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  • Debi Davis

Harry Potter, the Service Dog in Training

I had a young Papillon in training for service work a couple years ago, whose name is “Harry Potter.” At six months of age, I thought he was ready for a field trip to his first movie, and I chose to take him to see the new Harry Potter movie. I picked an afternoon show knowing it would not be packed with people.


We settled into the wheelchair section, and Harry did a nice down-stay on his mat next to my chair. I slipped his leash over my brake handle, and Harry went to sleep. I kept glancing at him, and he was quiet and fine. Then I became very involved with the movie and totally forgot about Harry.

I assumed he was still sleeping quietly on the floor, and knew I’d feel it if he moved.


The movie comes to a part where the kids go down in a dungeon, open up a locked door and out springs a three headed dog, each head growling and barking. From the front of the theatre, I hear a quiet “Yip! Yip!” and wonder who in the heck sneaked in their pet toy breed dog. I was so glad my little dog was soundly asleep at my side.


Each time the kids shout “Harry Potter!” in the movie, I hear another little “Yip Yip!” I can’t understand why the person up front in the theatre is allowing their little dog to bark, and decide to talk to them about sneaking in their obviously too-aroused dog into the theatre, where only service dogs, closely monitored by their responsible handlers, are allowed.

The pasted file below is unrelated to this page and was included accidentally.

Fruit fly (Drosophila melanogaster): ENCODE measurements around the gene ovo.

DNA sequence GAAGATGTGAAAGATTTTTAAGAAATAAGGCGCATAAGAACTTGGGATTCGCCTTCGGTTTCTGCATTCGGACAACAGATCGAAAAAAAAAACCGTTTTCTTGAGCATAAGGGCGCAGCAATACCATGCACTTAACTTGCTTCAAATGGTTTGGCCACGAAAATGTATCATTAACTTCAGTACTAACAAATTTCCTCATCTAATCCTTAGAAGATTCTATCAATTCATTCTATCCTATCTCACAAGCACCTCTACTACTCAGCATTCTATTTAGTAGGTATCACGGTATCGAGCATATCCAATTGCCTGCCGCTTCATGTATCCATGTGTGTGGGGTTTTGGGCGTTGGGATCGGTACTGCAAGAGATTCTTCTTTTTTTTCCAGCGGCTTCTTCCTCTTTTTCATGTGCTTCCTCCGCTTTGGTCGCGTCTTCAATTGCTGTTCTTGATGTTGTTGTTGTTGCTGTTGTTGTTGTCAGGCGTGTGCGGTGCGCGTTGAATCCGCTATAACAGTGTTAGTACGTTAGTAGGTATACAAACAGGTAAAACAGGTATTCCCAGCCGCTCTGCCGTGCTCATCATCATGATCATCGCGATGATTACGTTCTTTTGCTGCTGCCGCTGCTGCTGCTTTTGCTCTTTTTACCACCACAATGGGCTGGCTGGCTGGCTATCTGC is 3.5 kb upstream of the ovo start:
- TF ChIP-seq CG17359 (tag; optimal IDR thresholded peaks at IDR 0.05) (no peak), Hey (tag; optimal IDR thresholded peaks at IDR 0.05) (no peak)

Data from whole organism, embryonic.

Soon, every time the kids on screen say, “Harry!” I hear that little “Yip Yip!” in response. I quickly look down at my side, but it’s too dark to see anything. So I feel for the leash, and I can’t feel it anywhere—not on my brake, where I’d left it, not on the floor, and the dog’s mat is empty. In horror, I realize the yipping dog down front belongs to me.


I’m mortified, and look down in front when the screen flashes light. There, in the middle of the aisle, wagging his tail in a down-stay, is my little Harry Potter, watching the movie and talking back to the three headed dog and the kids each time they shout his name.


I’m not sure what to do. I don’t want to bring more attention to myself, so I don’t want to take my power chair down the aisle. Instead, I crawl out of it, and crawl all the way down the aisle on my belly, calling to my pup in a hushed whisper “Harry Potter, Harry Potter”. He does not come, until I reach him, grab his leash, and get slathered with kisses.


I crawl back up the aisle with Harry in tow, the leash held firmly between my teeth so I can use my hands to crawl, and Harry is walking beside me with his head turned around still watching the movie.


We finally get to my chair, and I decide Harry was certainly not ready for that particular challenge and that I’d made a very poor choice of movies for this first movie field trip. We zoom out of the theatre as soon and as quietly as possible, so people won’t be able to identify me as the totally irresponsible service dog trainer, who crawled down the aisle whispering the name of the movie.


Harry Potter the Papillon washed out of service dog training eventually, but he still likes to watch TV intently and talk back to the screen.




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